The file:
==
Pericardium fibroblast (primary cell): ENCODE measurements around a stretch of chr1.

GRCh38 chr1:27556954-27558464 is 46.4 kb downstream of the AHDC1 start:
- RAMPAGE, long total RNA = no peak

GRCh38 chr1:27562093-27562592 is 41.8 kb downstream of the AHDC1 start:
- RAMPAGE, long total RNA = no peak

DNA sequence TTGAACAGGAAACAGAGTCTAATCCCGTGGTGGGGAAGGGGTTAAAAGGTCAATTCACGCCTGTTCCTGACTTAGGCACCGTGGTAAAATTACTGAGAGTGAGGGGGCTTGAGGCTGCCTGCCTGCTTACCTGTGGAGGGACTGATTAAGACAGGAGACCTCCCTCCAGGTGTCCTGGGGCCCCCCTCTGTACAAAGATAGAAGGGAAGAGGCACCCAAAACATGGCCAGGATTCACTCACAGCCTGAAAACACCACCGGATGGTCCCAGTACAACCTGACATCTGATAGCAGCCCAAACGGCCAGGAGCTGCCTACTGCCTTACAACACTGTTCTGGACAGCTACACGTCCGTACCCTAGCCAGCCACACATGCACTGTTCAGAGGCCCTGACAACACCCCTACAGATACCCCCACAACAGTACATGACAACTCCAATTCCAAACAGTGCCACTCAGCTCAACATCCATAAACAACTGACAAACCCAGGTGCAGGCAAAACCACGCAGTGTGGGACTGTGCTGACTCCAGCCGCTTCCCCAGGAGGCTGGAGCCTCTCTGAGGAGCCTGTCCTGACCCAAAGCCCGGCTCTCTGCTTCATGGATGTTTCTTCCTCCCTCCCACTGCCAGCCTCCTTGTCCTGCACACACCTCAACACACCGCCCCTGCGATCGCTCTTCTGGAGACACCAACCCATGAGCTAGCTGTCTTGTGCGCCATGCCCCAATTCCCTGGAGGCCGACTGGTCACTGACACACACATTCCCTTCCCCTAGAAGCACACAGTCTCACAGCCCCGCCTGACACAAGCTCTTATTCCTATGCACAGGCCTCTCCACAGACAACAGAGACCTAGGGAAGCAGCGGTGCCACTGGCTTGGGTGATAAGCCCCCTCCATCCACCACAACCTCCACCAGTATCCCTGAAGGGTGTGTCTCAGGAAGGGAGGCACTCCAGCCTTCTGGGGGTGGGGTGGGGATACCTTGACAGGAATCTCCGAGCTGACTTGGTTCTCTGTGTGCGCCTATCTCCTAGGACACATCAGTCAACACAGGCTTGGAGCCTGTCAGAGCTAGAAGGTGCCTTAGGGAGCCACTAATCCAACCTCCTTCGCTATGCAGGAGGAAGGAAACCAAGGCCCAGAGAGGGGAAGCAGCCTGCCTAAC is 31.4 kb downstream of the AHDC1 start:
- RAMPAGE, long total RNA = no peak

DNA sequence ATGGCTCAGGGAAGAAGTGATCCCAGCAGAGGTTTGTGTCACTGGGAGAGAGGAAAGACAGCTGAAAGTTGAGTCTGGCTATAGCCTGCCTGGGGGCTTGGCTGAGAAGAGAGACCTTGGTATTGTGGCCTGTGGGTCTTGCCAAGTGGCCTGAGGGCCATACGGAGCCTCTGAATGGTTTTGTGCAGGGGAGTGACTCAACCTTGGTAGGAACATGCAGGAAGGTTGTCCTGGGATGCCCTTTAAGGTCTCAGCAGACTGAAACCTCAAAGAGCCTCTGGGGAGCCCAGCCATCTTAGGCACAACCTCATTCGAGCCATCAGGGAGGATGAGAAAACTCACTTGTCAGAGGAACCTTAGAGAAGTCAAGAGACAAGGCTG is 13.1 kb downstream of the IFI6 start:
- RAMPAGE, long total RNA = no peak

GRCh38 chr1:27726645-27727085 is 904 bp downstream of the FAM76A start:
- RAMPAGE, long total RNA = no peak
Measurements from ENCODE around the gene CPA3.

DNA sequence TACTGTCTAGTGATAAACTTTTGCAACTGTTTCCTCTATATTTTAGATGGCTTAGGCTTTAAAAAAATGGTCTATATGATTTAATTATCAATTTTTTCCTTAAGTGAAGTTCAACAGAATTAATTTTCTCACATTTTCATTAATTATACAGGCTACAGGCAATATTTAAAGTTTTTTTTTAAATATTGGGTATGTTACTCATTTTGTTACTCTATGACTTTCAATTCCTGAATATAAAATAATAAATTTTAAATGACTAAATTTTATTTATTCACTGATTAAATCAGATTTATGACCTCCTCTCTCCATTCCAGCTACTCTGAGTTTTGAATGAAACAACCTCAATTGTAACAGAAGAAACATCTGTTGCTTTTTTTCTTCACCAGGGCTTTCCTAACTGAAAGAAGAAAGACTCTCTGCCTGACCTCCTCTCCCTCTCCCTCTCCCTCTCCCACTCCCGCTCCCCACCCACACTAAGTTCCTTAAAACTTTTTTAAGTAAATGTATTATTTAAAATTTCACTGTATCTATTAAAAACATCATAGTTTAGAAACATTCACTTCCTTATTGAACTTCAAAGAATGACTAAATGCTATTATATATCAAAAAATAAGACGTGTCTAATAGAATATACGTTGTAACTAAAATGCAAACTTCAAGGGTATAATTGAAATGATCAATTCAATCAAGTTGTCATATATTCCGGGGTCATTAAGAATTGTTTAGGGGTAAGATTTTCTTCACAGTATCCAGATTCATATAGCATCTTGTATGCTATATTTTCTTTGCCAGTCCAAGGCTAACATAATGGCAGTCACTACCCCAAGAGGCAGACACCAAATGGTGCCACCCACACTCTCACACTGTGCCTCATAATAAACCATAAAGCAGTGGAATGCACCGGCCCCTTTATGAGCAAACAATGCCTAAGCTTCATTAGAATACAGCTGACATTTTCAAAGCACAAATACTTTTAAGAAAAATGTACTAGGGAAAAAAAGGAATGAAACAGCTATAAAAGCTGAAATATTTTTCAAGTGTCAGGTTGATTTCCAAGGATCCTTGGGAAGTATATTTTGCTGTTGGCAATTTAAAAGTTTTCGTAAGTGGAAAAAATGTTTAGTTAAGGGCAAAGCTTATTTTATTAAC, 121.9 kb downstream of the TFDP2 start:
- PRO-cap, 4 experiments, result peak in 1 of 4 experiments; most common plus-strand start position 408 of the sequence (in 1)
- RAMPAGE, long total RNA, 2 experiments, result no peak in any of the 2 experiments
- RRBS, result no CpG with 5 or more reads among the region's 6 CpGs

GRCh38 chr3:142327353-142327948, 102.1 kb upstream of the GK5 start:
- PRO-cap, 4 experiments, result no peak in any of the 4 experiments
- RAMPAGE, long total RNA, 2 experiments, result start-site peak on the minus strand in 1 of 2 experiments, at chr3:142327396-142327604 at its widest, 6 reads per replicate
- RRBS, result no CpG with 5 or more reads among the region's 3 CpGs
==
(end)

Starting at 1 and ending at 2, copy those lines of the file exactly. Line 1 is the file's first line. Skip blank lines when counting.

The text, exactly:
Pericardium fibroblast (primary cell): ENCODE measurements around a stretch of chr1.

GRCh38 chr1:27556954-27558464 is 46.4 kb downstream of the AHDC1 start: